Then there’s the differing use of narration in the two films, with one, again, being more effective than the other.  Lester Burnham is an omniscient narrator, much like Joe Gillis in Sunset Boulevard (1950), who wastes no time in offering the spoiler of his own death.  With the completely relaxed manner Kevin Spacey so expertly epitomizes, an immediate sense of intimacy and empathy develops for his character and builds the foundation of a sustained interest in his transformation.  Lester documents the distinct stages in his progression with poignant voiceovers woven appropriately  throughout the tight narrative.  It all begins with his reflective, revelatory introduction, “In less than a year, I will be dead.  Of course, I don’t know that yet, and in a way, I’m dead already.”   He’s then spurred to the point of realization and action upon seeing Angela Hayes for the first time, attesting, “I feel like I’ve been in a coma for the past twenty years and I’m just now waking up,” and comes full circle to his redemption with the hopeful, beautiful closing lines of “I can’t feel anything but gratitude for every single moment of my stupid little life.”  The cathartic process of Lester reclaiming power over his life, coming to realize he’s “just an ordinary guy with nothing to lose,” and asserting his renewed vitality and masculinity is an extremely personal, rewarding experience.

Although it’s very prophetic for Tobey Maguire’s character in The Ice Storm to be reading a Marvel comic book, his narration about family inspired by “The Fantastic 4” isn’t in tune with the story and very loosely bookends the film.  Paul Hood is placed at a distance from the main developments in the plot, possibly to protect or preserve his naivete as an outsider, but he’s not at all reliable as a narrator.  His dreamy demeanor and physical absence from most of the events which lend themselves to social indictment essentially disconnect him from the main premise and strip him of the ability to present an accurate account or opinion.  In fact, the only time we see him engaging in real activities are when he’s away at school in New York or when he goes back into the city for a “date.”  He never takes part in anything potentially compromising, like the rest of the characters do, while in his home in the affluent suburbs of New Canaan, Connecticut.  It’s a strategic narrative choice intended to uphold the delusion of the “perfect” American life, but his insights about the implications and values of family are too unrelatable and far removed from the events we’ve witnessed.  The setup about how “your family is the void you emerge from, and the place you return to when you die” is promising and intriguing, but the rest of the story never quite materializes according to expectations.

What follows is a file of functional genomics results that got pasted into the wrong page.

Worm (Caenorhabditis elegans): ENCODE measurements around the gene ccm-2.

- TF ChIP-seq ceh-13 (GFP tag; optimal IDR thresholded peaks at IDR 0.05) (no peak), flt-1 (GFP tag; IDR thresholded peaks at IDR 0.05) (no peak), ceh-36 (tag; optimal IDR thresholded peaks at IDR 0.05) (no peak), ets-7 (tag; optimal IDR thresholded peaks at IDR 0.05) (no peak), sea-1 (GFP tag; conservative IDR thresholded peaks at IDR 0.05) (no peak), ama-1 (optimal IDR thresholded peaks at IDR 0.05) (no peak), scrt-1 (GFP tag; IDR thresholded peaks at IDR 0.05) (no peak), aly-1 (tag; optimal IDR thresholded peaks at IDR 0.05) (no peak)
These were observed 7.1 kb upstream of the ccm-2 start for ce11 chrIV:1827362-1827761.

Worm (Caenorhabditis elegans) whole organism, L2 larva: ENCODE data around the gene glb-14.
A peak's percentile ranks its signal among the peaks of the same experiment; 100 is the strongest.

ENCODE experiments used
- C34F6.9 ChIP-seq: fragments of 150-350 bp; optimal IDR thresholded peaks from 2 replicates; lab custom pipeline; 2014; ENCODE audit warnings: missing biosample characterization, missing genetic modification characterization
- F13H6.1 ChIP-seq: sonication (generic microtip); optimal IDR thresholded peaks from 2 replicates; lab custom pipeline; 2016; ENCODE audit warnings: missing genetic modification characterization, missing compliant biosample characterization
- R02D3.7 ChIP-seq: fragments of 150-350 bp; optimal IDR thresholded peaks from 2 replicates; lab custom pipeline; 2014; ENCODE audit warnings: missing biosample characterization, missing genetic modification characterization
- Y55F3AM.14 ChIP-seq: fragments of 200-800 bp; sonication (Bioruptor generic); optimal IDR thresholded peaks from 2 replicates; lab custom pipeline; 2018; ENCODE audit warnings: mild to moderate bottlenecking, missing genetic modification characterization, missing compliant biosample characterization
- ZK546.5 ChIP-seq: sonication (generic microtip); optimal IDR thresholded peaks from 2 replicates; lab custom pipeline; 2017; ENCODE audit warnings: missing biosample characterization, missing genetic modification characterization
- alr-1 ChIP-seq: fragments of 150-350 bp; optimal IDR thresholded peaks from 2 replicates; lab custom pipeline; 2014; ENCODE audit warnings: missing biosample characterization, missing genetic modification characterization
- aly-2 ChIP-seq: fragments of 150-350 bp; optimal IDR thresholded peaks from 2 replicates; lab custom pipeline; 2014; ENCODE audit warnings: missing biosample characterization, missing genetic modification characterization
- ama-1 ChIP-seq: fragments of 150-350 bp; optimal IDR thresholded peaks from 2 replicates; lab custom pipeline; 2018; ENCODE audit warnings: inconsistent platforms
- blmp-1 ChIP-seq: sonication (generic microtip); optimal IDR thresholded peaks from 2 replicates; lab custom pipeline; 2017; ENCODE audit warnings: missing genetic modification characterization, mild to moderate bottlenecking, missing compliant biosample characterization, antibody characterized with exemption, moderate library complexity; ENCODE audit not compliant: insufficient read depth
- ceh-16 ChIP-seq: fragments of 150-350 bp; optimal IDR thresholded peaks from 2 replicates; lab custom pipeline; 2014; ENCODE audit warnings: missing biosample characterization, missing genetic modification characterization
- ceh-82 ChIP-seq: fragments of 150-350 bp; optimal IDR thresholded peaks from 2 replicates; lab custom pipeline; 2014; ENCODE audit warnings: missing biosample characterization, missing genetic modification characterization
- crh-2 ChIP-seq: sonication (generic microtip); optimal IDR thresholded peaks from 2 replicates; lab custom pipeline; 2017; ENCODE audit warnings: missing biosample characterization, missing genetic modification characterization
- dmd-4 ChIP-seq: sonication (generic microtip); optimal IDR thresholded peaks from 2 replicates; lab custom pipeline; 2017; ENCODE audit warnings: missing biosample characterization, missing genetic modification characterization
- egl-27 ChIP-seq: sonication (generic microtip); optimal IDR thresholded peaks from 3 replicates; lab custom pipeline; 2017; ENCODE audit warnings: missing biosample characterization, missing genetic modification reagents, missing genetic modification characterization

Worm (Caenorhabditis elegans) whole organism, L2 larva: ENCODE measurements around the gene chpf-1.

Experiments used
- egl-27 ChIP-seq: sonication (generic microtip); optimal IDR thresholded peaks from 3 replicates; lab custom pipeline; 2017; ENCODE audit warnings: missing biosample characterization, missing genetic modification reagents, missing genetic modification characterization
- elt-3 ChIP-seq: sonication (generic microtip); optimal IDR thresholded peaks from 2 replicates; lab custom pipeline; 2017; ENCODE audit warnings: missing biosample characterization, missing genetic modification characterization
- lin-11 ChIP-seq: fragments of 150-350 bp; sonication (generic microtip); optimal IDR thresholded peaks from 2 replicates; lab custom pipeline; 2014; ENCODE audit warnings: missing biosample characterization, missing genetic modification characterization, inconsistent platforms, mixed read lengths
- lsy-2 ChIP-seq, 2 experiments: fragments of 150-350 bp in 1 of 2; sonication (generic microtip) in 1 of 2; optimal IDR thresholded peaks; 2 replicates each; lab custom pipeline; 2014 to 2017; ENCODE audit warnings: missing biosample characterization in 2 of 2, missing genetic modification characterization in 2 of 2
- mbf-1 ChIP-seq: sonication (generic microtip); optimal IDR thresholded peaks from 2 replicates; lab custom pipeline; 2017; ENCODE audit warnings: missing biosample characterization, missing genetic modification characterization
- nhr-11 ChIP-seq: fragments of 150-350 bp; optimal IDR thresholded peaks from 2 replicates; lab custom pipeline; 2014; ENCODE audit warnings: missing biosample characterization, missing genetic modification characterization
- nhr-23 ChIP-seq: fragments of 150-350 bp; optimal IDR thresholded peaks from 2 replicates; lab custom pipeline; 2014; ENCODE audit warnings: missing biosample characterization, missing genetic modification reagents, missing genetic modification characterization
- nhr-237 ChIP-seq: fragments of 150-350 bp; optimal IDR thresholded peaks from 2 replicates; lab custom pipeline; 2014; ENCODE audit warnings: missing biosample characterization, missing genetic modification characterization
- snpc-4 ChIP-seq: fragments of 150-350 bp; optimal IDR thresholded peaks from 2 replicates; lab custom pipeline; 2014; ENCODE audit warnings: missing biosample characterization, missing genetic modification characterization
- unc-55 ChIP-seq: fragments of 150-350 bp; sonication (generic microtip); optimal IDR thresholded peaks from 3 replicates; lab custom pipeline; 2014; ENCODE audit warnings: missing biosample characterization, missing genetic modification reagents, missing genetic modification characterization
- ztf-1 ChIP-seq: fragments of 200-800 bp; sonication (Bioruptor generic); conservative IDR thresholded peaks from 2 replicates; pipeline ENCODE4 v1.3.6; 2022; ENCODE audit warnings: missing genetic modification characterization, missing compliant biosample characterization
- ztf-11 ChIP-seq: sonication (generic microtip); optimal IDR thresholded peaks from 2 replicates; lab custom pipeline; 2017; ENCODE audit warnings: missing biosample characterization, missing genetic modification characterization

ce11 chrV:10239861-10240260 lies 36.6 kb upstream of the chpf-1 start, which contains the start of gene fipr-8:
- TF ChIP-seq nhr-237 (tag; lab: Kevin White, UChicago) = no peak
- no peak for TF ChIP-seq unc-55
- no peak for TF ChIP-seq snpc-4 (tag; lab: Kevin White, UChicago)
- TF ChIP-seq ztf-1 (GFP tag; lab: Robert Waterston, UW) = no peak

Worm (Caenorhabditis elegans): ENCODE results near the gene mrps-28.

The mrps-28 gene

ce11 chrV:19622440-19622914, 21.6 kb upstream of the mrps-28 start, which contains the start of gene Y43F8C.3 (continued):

It may be like pitting two different weight classes against one another to even compare the two films, since Sam Mendes has made it something of a career expertise to present often unsettlingly honest, cynical portrayals of American life, but all’s fair in the love of film.  In fact, it’s still puzzling how no one has yet seized upon the opportunity to get him to direct an adaptation of one of the most classic American literary satires, The Great Gatsby.  He’d masterfully capture the essence of Fitzgerald’s ironically romanticized critique on the American Dream like only he can and no one has up to this point, but alas, a production executive I am not.  Ang Lee’s adaptation of The Ice Storm is definitely an interesting watch, but can’t quite match the rich, character-driven satire that is American Beauty.  In the words of our personal hero, Lester, it’s just simply “Spec-ta-cular!”